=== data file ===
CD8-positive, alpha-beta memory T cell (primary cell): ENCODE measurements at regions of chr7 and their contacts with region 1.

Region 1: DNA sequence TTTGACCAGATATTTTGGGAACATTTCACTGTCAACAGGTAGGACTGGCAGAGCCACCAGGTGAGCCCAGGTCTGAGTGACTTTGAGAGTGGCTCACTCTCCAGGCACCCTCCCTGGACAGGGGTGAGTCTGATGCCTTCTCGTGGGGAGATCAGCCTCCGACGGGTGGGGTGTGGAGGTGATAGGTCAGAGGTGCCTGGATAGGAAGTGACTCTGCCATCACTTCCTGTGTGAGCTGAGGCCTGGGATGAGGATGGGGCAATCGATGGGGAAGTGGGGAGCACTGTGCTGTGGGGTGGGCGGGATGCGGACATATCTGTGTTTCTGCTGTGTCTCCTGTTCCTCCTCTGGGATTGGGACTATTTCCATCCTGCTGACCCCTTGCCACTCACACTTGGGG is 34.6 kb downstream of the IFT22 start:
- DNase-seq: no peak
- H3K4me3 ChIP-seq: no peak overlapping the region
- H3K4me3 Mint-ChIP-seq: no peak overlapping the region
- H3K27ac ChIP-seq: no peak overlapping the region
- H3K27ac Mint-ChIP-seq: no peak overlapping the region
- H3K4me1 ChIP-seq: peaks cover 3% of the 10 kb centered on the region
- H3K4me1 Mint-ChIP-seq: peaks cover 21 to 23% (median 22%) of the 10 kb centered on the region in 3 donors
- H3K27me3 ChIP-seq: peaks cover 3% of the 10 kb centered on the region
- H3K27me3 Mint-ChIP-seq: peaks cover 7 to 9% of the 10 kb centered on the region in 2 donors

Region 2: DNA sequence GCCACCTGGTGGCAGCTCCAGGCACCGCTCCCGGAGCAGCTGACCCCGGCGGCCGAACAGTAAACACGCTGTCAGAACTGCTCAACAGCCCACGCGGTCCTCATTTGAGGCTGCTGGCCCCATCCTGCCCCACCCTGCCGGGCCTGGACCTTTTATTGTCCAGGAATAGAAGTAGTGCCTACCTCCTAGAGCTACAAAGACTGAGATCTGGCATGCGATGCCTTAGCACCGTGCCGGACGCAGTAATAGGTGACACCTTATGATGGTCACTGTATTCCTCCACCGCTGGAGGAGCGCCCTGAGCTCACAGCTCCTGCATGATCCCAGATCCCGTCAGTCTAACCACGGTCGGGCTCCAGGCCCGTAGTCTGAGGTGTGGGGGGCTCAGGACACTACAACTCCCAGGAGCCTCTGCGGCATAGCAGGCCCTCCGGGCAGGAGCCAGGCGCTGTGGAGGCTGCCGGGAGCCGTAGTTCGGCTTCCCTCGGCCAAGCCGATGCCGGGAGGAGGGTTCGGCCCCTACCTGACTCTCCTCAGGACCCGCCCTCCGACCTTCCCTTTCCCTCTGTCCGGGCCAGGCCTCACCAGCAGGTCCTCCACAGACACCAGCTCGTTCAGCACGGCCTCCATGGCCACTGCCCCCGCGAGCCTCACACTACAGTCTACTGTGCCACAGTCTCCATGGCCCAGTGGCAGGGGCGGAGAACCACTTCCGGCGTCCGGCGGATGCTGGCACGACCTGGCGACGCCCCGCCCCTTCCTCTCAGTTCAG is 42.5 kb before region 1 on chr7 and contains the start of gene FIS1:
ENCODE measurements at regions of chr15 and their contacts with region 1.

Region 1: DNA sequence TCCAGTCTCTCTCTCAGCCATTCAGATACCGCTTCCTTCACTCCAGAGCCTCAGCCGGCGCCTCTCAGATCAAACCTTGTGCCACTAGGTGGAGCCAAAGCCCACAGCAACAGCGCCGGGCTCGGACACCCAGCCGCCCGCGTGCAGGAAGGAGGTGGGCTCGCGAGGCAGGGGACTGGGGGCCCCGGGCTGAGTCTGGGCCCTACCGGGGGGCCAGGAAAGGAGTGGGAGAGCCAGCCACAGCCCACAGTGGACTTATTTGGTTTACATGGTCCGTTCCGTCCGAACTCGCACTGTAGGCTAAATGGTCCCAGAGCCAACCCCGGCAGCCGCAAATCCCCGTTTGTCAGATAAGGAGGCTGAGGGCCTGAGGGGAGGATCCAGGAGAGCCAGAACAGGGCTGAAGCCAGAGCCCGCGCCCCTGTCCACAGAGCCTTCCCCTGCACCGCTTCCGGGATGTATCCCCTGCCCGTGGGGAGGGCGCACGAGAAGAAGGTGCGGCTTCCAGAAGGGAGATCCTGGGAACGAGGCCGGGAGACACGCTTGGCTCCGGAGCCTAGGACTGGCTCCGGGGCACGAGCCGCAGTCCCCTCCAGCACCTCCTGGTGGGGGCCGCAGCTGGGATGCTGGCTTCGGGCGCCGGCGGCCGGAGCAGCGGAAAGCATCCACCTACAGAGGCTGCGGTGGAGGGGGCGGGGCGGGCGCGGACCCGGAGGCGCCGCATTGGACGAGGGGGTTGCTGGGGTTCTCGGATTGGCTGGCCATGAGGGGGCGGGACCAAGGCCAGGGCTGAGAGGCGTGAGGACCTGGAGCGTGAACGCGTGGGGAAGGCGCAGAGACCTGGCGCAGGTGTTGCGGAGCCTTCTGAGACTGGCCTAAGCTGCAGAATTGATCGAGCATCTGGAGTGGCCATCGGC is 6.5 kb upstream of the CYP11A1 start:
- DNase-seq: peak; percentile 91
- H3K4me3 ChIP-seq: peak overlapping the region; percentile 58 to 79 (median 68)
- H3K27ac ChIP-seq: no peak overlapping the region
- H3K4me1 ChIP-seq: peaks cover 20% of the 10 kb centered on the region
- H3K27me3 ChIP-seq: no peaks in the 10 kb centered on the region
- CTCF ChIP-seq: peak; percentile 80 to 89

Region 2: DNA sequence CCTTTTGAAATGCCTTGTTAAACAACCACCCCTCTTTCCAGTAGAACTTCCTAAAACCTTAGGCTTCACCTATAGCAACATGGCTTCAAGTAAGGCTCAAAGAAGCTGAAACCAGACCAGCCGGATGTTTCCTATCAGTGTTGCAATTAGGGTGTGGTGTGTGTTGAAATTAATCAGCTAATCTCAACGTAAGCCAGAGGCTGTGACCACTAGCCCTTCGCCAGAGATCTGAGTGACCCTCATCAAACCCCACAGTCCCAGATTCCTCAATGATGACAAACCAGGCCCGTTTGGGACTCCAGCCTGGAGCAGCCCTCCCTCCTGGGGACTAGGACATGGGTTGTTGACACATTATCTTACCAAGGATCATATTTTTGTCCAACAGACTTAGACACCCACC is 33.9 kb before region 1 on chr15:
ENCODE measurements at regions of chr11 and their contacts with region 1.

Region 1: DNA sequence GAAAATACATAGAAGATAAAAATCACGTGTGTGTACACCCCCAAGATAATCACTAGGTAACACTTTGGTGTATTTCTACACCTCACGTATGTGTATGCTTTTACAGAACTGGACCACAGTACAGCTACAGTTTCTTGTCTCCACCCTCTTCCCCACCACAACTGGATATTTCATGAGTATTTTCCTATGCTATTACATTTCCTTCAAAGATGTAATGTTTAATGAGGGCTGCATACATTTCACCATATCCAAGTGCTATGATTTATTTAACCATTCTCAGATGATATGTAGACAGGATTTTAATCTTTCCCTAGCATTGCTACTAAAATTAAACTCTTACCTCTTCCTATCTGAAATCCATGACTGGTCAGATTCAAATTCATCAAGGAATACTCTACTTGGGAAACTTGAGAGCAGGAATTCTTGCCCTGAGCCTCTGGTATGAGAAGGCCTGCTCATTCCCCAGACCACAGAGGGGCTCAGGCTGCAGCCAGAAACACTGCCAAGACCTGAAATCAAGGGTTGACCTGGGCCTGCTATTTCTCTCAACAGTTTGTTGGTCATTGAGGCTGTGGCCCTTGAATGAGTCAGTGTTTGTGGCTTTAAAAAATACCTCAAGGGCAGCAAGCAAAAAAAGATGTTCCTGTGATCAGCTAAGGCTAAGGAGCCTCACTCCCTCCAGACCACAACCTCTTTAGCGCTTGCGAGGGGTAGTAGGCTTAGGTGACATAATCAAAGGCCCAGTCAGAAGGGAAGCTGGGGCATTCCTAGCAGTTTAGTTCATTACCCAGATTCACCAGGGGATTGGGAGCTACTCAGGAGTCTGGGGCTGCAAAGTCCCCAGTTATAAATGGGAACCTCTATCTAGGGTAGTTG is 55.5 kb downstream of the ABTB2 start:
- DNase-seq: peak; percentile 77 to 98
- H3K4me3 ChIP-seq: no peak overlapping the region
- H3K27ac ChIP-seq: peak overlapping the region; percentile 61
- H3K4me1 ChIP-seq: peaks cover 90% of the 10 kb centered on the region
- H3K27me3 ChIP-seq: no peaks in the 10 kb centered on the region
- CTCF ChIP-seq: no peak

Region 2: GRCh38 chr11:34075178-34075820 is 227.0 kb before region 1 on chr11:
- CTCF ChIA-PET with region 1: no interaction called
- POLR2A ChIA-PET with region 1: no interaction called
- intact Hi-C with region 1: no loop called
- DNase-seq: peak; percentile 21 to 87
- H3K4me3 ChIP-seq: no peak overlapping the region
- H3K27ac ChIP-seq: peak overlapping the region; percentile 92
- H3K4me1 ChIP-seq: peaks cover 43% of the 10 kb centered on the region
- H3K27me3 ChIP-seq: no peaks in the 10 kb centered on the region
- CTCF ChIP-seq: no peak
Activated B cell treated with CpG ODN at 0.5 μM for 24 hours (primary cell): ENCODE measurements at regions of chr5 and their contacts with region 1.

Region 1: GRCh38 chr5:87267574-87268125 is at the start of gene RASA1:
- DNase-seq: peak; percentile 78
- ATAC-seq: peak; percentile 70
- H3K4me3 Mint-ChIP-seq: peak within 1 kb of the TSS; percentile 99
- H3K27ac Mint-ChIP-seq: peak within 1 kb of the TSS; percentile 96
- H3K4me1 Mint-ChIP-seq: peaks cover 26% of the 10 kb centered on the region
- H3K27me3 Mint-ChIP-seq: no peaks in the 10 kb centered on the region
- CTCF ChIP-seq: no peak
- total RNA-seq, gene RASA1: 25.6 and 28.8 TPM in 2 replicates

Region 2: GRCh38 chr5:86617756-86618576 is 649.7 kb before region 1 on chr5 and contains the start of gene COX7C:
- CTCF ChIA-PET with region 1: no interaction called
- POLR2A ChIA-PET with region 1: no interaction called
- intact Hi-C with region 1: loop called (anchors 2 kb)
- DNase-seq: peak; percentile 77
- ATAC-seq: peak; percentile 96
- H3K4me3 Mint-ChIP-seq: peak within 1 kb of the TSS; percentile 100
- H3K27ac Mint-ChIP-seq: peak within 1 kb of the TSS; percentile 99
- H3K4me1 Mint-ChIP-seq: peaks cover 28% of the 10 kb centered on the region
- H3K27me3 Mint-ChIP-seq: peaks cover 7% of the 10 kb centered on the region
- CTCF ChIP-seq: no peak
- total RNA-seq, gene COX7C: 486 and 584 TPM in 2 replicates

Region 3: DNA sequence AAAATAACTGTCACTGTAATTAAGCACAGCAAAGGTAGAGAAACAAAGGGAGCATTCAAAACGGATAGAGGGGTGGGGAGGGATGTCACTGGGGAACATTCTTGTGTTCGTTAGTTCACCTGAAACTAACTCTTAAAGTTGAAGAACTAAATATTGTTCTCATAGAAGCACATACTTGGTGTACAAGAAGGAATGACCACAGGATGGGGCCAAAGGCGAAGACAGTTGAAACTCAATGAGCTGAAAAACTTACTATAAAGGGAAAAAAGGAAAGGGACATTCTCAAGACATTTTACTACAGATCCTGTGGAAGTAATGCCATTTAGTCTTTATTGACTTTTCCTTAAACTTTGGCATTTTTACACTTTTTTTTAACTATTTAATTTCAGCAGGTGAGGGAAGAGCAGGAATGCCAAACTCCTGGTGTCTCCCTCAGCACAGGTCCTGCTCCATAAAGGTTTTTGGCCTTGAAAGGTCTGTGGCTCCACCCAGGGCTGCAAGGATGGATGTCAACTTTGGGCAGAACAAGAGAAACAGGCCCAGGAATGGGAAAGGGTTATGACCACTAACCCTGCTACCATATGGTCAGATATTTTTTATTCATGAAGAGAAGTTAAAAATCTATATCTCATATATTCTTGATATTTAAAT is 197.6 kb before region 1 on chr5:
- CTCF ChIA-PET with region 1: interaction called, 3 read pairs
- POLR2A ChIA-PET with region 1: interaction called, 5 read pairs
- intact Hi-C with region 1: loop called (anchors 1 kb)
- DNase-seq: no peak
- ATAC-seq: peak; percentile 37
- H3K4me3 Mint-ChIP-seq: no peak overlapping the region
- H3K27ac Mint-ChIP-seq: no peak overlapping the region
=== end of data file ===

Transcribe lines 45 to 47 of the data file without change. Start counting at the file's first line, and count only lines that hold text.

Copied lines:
- H3K27ac Mint-ChIP-seq: peak within 1 kb of the TSS; percentile 96
- H3K4me1 Mint-ChIP-seq: peaks cover 26% of the 10 kb centered on the region
- H3K27me3 Mint-ChIP-seq: no peaks in the 10 kb centered on the region